Monday, 24 June 2013

How an RPZ is good for retail businesses

Further up the A38 from Stokes Croft is Gloucester Road, where the local shopkeepers are up in arms about how an RPZ will hurt their business. We recognise the main issue with the RPZ -it removes the parking options for staff- but believe that actively campaigning against is a mistake

  1. Residents will be able to drive to the shops -without commuters and staff, and with reduced congestion, it will be easier to do so.
  2. Visitors from outside the area will get free short-stay and low cost long stay parking -parking spaces that were never available!
  3. It's only on a weekday, so will have no effect on the weekend revenue.
The only losers are commuters, and the staff themselves. While we understand why staff at the shops don't want to lose the right to drive to work, they have to recognise that every staff parking space has a lost opportunity cost of potential shopper. That was moot when the parking space would be taken up by commuters, but with an RPZ they will become available, so the opportunity to park suddenly becomes tangible.

The only isssue, then is the loss of commuter parking: would a reduction in commuter parking opportunities impact sales. We doubt it. 

In Stokes Croft the rollout of the RPZ, and the conversion of commuter parking to short-stay parking has tangible improvements on revenue.

Take this retail outlet, The Massage Club, here on a weekday afternoon

Previously, the two spaces would be taken by people parking here and then walking to the centre of town. Even if those two commuters did want to avail themselves of the offerings of the area -which, after a stressful commute down Gloucester Road isn't that common- once they've gone to work: no more customers.

Now the turnover of the parking spaces is frequent, you often get the 15 minute drop by "RPZ special", with hour long people paying for parking. With hour-long visits -a mere £1 in cost- we are looking at an increase in visitors/bay from 1/weekday -5/bay/week, to 8/weekday -40 a week. And those visitors have come to visit Stokes Croft, not driven round Dove Steet and Jamaica Street until eventually they find a slot.

Tangible revenue gains -even in a recession when there is less money to throw around.

Before anyone says "Stokes Croft is a special case" -look at Richer Sounds, where the Whiteladies road bus route has converted a commuter parking street -and side streets- into short stay parking. Richer Sounds benefit from this so much it's a key point on their home page.:
Parking Instructions:New improved parking!
Thanks to recently modified parking restrictions there is now a constant turnover of free spaces on Whiteladies Road right outside the shop, with plenty more close by on side roads.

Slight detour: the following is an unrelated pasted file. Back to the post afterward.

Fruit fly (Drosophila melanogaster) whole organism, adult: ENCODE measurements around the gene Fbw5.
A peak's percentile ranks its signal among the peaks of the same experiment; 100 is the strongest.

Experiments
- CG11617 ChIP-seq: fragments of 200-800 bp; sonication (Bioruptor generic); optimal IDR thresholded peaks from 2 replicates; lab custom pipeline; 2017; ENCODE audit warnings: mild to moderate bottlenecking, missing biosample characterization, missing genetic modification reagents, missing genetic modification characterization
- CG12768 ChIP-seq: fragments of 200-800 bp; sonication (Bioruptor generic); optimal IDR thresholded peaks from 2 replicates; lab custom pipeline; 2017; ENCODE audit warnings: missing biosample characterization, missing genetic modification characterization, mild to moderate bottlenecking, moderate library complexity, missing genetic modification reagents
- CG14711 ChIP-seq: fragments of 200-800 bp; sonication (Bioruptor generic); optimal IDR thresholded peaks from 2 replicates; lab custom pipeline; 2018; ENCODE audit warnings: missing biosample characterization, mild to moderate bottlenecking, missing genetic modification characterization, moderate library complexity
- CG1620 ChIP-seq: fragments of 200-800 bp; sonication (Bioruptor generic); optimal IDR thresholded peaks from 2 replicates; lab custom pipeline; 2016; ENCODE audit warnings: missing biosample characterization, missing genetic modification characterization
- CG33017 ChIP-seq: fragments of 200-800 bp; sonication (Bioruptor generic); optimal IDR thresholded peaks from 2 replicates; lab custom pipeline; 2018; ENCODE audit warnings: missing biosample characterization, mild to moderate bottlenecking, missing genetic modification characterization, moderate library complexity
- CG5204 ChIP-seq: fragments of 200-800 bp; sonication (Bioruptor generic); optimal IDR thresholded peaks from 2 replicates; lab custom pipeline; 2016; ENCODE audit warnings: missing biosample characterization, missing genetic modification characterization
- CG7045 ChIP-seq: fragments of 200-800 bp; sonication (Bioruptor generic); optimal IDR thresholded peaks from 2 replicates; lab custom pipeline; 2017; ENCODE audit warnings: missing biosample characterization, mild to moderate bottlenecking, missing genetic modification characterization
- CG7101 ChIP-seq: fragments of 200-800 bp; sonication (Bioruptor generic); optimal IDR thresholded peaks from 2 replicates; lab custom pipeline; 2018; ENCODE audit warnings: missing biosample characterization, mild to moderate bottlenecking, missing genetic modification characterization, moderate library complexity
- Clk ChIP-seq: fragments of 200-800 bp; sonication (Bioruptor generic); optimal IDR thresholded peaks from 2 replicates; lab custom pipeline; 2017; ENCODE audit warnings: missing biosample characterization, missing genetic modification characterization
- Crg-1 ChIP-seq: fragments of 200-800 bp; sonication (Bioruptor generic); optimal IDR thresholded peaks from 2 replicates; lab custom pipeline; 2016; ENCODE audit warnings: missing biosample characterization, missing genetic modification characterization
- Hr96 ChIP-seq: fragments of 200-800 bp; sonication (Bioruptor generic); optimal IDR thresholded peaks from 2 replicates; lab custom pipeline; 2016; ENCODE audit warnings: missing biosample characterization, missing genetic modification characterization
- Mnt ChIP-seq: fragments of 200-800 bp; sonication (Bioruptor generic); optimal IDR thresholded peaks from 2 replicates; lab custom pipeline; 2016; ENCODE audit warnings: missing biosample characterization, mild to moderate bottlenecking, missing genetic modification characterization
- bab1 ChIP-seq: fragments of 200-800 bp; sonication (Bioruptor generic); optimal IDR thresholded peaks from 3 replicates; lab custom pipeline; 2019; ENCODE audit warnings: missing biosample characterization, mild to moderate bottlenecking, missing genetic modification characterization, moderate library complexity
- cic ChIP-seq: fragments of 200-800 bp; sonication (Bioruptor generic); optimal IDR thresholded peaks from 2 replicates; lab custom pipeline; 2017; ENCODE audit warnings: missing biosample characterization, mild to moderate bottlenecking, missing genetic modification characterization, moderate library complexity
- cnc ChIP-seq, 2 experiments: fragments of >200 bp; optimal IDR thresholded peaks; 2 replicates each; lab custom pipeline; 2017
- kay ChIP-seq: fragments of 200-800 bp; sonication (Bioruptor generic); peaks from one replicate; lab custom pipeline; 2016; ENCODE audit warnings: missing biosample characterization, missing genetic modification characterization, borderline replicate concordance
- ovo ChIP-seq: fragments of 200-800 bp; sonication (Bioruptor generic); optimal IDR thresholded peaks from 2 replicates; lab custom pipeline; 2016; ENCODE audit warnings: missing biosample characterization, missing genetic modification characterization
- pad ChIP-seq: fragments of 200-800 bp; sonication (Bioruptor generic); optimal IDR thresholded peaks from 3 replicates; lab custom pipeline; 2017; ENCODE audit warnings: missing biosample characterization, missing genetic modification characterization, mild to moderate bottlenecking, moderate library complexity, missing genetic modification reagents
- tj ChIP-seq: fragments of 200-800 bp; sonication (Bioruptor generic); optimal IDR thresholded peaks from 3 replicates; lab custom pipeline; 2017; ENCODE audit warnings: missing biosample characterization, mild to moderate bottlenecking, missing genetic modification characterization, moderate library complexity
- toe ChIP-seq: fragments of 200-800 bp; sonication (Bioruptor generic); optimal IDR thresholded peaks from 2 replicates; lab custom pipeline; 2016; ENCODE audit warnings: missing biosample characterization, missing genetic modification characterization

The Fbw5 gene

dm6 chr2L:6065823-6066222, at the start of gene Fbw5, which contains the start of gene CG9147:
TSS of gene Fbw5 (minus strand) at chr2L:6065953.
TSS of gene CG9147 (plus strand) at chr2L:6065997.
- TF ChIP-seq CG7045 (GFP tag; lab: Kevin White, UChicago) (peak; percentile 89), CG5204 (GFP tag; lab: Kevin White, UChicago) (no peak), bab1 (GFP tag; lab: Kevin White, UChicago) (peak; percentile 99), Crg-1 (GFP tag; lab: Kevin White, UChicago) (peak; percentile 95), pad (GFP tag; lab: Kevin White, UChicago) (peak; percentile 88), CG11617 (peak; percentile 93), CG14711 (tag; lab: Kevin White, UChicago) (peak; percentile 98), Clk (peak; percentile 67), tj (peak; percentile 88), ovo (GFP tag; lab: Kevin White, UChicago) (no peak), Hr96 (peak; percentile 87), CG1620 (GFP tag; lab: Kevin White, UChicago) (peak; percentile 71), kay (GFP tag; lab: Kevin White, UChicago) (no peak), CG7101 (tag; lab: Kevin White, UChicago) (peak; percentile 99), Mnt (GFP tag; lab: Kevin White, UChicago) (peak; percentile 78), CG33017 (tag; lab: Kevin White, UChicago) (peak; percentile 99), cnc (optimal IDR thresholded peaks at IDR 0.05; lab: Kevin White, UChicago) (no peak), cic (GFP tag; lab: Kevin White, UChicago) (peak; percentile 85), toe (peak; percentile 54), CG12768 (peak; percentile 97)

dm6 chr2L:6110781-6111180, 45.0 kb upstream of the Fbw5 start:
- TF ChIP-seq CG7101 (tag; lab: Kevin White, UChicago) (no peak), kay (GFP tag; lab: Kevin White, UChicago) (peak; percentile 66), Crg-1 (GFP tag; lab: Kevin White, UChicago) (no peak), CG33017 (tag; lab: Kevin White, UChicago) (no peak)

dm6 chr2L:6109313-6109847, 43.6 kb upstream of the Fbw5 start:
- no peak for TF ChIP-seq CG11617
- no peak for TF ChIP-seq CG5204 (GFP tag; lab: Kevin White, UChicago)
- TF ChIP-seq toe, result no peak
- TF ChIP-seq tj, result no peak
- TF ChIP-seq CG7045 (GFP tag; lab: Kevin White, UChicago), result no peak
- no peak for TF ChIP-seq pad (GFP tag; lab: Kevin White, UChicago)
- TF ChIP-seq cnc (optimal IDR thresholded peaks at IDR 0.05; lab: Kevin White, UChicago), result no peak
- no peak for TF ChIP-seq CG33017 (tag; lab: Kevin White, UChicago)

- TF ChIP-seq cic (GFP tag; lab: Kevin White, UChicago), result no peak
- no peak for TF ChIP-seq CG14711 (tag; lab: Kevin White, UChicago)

No complaints from Whiteladies Road, either then.

This brings us back to "what does Gloucester Road have to fear?" Either its a belief that commuter parking brings in more revenue than day shoppers -or they are leading the campaign merely to ensure they have somewhere to park. The former belief must be mistaken -commuter parking finishes before 9, with the drivers returning to their cars after 17:45 -outside most shop opening hours. Which leaves staff parking. You have to be ruthless here and say what matters more: customer parking or staff parking. Your staff -they can walk, bus or even cycle if each free space brings in 8+ paying customers/day.

Sunday, 23 June 2013

Is Rita's trying to go upmarket?

Rita's has some new paintwork -maybe it is trying to look more sophisticated and appeal to a broader audience than minicab drivers.

Perhaps it is trying to join the rest of stokes croft up market


A new mural has gone up alongside Mayor Ferguson's pub, -one which made the national press, while in the US ABC news claimed that this "breakdancing Jesus" mural was controversial.
There is nothing controversial about this, in Stokes Croft it barely merits a mention. More controversial is whether milk from "The best 24 hours" shop is actually safe to drink, or whether a cheeseburger from Ritas or Slix is least likely to give you food poisoning.

[photos are all from 08:15 on a Saturday morning. The city sleeps, the bike lane surfaces, the council staff turn up to start sweeping up the evenings debris and any bodies. This is a car-free early Saturday morning]

Saturday, 22 June 2013

A Community RPZ? In Montpelier? As if.

In Montpelier today, Jon "ex-cllr" rogers is having some meetings proposing some community RPZ as opposed to an official one.

What does that mean ? Self enforced? Warning notes? Or something relying on guilt like the blinking 20 mph lights near schools?

It's not going to work -and if you want proof, take a trip round Montpelier

This is Richmond Road, one of the tightest streets in the area to drive along. Everybody walks in the pavement, because the pavement is the only way to fit two lanes worth of cars in.

Here we can see whether or not community-note-in-windscreen RPZs wil work.

Take this car, S589JDG. Purple note in its windscreen.

Anone thinking this note is complaining about a car on the pavement isn't from Montpelier.
It says
 While one of our reporters was taking the photo, a van had to get by, something that took about 5 minutes of some of the most careful driving you can do in a van, windows down, driver looking out, the Bristol Traffic consultant assisting.

It only worked because van mirrors are a different height to car ones -they managed to clear each other with 3-5 cm of gap, going through at crawling speed. The driver of this van deserves a lot of credit for how carefully they did this -though it did take about five minutes